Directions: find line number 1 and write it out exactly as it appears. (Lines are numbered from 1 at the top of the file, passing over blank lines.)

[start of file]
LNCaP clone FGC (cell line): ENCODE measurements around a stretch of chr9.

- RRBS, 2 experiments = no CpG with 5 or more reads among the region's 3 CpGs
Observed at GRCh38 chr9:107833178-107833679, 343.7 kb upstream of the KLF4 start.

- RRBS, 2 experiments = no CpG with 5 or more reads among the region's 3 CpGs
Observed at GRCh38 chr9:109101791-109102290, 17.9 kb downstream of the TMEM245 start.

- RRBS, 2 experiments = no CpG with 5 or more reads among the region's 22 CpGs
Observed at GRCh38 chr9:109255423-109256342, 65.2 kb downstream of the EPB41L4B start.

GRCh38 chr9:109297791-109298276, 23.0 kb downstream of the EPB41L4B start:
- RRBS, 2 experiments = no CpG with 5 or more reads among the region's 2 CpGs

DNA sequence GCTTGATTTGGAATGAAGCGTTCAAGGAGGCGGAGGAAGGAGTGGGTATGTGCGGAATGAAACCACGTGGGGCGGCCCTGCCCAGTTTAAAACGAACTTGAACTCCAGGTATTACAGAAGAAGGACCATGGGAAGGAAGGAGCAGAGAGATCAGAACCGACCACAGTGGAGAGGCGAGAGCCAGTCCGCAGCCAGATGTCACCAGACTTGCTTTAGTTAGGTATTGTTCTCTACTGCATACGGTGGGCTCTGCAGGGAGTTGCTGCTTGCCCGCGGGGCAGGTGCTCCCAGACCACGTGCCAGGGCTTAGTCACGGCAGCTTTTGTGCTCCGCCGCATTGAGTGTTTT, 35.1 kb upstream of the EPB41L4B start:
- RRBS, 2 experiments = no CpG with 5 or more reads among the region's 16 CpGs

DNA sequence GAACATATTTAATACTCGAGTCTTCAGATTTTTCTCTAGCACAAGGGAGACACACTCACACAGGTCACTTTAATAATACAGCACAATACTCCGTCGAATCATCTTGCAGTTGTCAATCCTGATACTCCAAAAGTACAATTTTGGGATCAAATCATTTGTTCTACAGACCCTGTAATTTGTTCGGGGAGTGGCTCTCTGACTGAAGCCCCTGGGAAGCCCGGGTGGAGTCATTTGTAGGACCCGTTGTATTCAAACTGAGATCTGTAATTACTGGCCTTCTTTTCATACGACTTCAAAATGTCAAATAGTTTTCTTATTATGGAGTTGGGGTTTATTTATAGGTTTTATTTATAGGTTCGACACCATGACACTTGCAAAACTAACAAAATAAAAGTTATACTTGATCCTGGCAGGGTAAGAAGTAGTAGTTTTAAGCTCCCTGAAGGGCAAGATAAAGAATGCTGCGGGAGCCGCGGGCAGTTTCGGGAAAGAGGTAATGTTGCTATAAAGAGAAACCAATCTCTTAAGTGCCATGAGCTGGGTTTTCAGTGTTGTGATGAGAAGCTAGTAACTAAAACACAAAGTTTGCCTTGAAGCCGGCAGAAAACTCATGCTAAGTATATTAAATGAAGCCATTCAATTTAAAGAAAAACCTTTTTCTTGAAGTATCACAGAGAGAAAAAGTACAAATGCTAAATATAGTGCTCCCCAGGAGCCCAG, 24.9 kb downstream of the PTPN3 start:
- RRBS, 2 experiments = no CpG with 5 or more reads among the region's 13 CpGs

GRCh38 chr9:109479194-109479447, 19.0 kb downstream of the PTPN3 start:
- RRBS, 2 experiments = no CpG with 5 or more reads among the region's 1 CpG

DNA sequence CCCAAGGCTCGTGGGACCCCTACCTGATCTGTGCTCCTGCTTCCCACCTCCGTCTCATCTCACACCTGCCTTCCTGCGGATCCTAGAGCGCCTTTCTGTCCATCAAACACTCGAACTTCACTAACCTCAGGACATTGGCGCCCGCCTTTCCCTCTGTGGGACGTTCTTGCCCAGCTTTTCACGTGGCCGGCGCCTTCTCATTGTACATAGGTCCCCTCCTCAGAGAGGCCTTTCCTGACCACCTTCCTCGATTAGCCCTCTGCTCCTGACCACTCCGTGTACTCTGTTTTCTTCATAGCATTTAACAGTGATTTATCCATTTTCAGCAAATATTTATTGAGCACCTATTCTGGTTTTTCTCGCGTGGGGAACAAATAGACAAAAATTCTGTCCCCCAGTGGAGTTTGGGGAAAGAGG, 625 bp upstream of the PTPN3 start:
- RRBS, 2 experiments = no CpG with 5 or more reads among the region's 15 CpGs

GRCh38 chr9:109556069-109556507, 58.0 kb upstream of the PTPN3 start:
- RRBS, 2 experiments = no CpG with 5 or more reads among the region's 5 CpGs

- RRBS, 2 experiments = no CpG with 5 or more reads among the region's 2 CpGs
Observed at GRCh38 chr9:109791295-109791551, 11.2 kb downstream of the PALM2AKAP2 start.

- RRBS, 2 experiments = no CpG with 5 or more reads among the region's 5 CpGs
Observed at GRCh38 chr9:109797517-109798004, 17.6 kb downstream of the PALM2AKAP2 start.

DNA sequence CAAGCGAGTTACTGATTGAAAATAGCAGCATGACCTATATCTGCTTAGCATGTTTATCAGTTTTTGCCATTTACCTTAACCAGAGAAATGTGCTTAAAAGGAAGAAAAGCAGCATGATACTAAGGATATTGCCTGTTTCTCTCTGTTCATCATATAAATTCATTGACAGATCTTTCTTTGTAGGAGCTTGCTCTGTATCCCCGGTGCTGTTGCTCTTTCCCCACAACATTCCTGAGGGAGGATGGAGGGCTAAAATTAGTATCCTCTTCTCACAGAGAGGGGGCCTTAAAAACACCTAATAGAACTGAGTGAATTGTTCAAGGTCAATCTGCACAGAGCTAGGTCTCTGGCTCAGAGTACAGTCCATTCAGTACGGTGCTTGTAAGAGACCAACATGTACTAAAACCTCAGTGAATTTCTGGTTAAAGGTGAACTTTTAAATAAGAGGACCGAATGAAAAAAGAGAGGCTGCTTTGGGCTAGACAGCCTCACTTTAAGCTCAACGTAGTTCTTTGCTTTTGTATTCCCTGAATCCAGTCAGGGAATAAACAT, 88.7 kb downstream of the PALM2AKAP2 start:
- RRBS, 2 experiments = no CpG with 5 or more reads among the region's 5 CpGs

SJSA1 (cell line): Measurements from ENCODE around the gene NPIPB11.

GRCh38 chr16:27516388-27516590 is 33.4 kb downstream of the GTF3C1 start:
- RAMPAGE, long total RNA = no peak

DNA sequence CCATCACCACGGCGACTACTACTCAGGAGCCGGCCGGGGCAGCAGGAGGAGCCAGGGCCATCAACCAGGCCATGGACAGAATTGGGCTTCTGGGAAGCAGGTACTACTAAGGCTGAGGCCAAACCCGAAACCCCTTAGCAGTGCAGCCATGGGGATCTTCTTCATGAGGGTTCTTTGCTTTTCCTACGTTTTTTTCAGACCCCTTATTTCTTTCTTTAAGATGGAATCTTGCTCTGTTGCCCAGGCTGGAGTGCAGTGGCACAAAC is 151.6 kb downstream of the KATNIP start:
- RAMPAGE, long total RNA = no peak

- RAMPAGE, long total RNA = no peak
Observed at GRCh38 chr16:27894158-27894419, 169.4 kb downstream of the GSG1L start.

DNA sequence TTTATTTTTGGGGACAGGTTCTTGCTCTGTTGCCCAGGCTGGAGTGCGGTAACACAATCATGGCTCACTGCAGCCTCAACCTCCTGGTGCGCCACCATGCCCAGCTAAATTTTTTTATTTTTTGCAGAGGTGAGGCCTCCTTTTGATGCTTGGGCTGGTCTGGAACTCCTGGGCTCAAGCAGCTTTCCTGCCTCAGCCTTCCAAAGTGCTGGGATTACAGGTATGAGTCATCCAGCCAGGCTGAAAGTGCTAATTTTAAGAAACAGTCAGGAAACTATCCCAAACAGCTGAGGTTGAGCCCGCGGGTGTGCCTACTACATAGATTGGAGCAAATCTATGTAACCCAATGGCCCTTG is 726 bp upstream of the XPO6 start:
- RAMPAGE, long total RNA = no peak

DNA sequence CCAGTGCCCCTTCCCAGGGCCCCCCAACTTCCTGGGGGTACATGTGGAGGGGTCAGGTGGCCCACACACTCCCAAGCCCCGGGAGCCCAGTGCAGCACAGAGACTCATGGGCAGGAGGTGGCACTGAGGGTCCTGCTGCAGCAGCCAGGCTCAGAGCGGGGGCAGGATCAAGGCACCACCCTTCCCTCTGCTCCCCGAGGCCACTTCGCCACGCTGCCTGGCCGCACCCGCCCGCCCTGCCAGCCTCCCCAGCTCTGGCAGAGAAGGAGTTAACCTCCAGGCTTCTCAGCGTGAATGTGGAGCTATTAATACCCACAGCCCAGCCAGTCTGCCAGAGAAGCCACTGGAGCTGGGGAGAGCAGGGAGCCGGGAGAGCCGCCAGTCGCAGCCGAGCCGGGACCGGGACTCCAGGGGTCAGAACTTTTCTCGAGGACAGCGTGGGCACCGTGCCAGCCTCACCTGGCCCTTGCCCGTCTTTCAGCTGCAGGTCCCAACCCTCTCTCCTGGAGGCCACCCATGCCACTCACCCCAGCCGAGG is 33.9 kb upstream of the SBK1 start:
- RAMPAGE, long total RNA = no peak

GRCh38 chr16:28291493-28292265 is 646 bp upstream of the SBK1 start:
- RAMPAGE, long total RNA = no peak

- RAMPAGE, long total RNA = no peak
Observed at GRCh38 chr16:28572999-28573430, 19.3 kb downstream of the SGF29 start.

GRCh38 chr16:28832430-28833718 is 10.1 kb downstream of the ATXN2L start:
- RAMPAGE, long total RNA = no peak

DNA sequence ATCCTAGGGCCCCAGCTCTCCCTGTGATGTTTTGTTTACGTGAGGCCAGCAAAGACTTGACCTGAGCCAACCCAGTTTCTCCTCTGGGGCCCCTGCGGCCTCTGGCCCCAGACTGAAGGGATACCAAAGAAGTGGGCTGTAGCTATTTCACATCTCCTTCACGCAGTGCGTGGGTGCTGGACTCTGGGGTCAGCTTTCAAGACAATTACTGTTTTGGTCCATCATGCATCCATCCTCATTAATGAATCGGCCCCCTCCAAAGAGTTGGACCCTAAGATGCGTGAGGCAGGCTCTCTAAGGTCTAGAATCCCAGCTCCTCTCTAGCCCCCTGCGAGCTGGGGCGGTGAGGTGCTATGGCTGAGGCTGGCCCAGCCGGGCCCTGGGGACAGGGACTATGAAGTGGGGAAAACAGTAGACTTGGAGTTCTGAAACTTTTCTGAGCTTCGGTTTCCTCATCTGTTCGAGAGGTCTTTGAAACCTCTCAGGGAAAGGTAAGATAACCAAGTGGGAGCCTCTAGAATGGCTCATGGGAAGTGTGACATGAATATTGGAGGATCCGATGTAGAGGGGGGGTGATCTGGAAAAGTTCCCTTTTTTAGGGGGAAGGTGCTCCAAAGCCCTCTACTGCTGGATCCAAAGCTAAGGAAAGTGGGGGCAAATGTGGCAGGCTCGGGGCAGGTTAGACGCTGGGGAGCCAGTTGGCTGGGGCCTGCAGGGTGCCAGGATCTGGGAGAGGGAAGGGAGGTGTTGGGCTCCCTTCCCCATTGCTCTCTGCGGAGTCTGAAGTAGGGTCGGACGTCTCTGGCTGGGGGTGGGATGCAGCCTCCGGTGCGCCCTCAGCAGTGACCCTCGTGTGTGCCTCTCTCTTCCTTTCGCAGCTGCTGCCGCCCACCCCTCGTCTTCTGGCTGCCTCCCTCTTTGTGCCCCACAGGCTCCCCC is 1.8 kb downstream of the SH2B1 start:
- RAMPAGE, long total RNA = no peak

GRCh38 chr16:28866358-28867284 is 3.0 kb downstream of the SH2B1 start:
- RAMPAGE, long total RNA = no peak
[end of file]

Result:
LNCaP clone FGC (cell line): ENCODE measurements around a stretch of chr9.